"I dragged my wife to see Albert and company here in Portland OR, tempting her by telling her that he would surely play a Strokes tune or two. Well, by the end of the evening, the only non-original song played was a Frank Black ditty, and we never even noticed that every other song was off of his album.
My wife was so smitten, she made me buy the album yesterday - the first day in stores - to have on her iPod at work. His work is definitely more melodic and thoughtful than the Strokes. - (think sweet and sticky - but just enough to you keep you consuming, not caring that your teeth are rotting out of your head), yet there are enough Strokesy guitar riffs, staccato drum beats and rhythms that are just as difficult to shake out of your head as Strokes stand-bys "Someday", "Hard to Explain", "When it Started", "12:51", and "You Only Live Once".
While I don't take the 5 star rating lightly, this album will get plenty of play on my ipod as well and definitely deserves the stature that befits an outstanding solo debut - especially one that could easily be overshadowed or dismissed in favor of the genre defining Strokes.
Free from the world
E. A Solinas | MD USA | 03/31/2007
(4 out of 5 stars)
"Albert Hammond Jr. is best known as as a valuable member of the Strokes. But don't let that influence your expectations for his solo debut "Yours To Keep." On his own, Hammond turns out a totally different album: a shimmering, creative little pop collection that dips into lean rock'n'roll and vintage sunny pop.
It starts on a note that's very Beach Boys -- sunny, psychedelic-edged, and slightly sleepy. "Goodnight, I said to you goodnight/Dream of all the impossible/And you wake you see/That all these dreams aren't fake/They're real/Not impossible," Hammond croons in a slightly sleepy voice.
All that changes with "In Transit," the most Strokesian of all the songs -- a peppy, uptempo guitar number with slightly rebellious lyrics. But with "Bright Young Things," the style switches back to a circling guitar melody and a sunny musical edge, some folksy ballads, catchy rockers that bloom into peppy pop, toe-tapping acoustic plucks, and ringing songs about vacations in Jamaica.
Despite the variety of styles, Hammond actually does a pretty good job keeping a signature "sound" in these songs -- something a bit happier and slightly wistful than the Strokes. It does have a bit of a split personality, between rock and sunny pop, but I suspect it's something that Hammond will iron out in future albums.
The music has plenty of guitar -- both acoustic and bass -- both in lean sinewy riffs and in circling melodies. But Hammond and a variety of musicians (including Sean Lennon, Julian Casablancas, Ben Kweller, and Sammy James Jr) wrap the songs in a thin layer of other instruments -- tinkly melodica, ukelele, rippling keyboard, and some brass. There's even whistling at one point.
Hammond's voice is kind of scratchy, but it's still pretty pleasant to the ear. And he throws a lot of passion into his singing, whether it's a murmury croon or a belt-out wail. "And you will only hold me/If I will never tell you it would end/And you will never have me/Cause you were only wanting to be friends/And you will always hold out till he gave out."
"Yours To Keep" is a triumph for Hammond -- a solid, shimmering album that straddles between pop and rock. Definitely a good listen, but not for people seeking another Strokes album."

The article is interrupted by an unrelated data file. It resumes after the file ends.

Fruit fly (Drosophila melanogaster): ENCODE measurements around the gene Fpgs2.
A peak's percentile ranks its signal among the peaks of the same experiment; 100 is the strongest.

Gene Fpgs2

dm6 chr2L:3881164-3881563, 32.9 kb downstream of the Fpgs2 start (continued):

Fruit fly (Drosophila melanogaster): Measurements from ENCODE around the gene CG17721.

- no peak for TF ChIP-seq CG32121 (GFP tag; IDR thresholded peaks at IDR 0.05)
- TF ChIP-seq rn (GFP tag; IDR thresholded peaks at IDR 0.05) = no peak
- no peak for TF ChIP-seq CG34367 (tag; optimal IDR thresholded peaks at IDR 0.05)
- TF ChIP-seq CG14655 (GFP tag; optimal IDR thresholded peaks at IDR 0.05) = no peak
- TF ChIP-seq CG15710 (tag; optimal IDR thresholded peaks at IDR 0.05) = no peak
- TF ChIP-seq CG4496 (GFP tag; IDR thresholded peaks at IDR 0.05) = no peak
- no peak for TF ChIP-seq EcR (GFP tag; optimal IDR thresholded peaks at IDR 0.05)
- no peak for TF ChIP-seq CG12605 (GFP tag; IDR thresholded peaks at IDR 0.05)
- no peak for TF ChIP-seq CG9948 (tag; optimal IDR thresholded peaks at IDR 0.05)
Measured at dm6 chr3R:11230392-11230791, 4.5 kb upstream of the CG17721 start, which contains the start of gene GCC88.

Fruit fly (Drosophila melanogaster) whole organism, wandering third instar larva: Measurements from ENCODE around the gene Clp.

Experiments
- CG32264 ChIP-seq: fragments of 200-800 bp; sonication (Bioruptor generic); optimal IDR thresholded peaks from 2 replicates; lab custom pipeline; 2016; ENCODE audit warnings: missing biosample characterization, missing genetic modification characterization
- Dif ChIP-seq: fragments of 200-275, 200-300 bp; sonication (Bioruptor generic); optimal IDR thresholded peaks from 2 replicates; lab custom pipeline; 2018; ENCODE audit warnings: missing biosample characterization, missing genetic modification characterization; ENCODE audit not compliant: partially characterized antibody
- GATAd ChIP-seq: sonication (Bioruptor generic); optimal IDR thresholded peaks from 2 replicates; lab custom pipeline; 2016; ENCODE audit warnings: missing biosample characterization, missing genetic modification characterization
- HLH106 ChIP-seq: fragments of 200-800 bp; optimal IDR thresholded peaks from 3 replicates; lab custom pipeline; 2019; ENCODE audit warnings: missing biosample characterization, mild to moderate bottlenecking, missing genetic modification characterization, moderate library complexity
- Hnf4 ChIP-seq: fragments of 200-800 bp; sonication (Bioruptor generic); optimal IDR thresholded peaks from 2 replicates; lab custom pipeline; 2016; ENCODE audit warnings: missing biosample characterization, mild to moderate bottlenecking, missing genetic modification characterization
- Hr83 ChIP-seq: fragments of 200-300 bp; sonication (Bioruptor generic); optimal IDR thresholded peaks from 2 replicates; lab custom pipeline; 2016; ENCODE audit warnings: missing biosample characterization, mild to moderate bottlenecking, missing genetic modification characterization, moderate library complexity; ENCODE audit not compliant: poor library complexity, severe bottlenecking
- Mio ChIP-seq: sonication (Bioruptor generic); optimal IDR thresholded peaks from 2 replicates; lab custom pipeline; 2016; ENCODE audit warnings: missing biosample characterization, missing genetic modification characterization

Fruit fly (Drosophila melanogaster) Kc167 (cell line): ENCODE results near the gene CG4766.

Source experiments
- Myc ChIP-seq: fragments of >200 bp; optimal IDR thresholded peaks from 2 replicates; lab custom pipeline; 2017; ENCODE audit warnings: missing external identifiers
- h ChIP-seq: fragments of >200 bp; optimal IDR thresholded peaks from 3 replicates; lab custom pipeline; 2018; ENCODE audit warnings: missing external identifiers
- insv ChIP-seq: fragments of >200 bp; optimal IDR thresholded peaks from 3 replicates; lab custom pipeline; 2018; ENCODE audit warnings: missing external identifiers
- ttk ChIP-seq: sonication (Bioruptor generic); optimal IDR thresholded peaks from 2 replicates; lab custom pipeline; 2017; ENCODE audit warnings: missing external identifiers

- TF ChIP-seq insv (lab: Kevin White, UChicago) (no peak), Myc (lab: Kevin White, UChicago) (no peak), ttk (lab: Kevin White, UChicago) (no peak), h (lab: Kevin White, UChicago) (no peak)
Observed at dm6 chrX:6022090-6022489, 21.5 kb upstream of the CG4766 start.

One of the unexpected surprises of the year
Paul Allaer | Cincinnati | 06/09/2007
(4 out of 5 stars)
"Albert Hammond Jr. is "that other guy" to the Strokes lead singer Julian Casablancas, Hammond being the capable guitarist (and son of ...), but it's never been very clear how much he contributed to the Strokes' mysic (Casablancas writes all the lyrics). This album, Hammond's first solo outing away from the Strokes, brings perspective.
On "Yours to Keep" (12 tracks; 40 min.), the opener "Cartoon Music for Super Heroes" is like a blast from the 1960s Beach Boys. Upbeat "In Transit" is probably as close a Strokes song as anything on this album, and I love it. "Everyone Gets A Star" and "Bright Young Thing" are just about as good. "101" (1st single) is another one of those Strokes-sounding songs, and caps of an incredible first half of the album, which I rate 5 stars. The second half slows down considerably, although there as still some great moments like "Scared" (which features Julian Casablancas and Sean Lennon) and "Hard to Live in the City". The last 2 tracks of the album ("Postal Blowfish", which is just excellent, and "Well... All Right") are listed as "bonus tracks", but why is unclear to me, they simply sound like part of the album proper.
I have to admit that I really did not know what to expect from Hammond's solo debut, and I was very pleasantly surprised by this album. It flows by smoothly and at 40 min., it's over before you know it. One of the better surprises of the yeat so far for me. "
Sneaky Little Ole Albert. Who Knew?
J. Walkos | Tempe,AZ | 03/23/2007
(4 out of 5 stars)
"I have got to seriously hand it to Albert on this one. I went into this with luke warm expectations of a strokes retread album. Instead I was left with a sense of optimism and genuine elation from this album. These are fantastically crafted songs. Catchy, well written, harmonious, and emotional. This albums does sound like the strokes a bit however. The trademark itchy guitar prevails but works nicely with Alberts monotone but surprisingly refined voice. There are several tracks that are fantastic on this one. This album seems best suited for listening to straight through while drinking a Papst Blue Ribbon and smoking a spliff with good friends on a breezy summer day. I'm sure that is what Albert and guest stars Julian Casablanca and Sean Lennon were doing while recording this splendid piece of work that will most likely be overlooked this year but will be revisited in the future by future hipsters."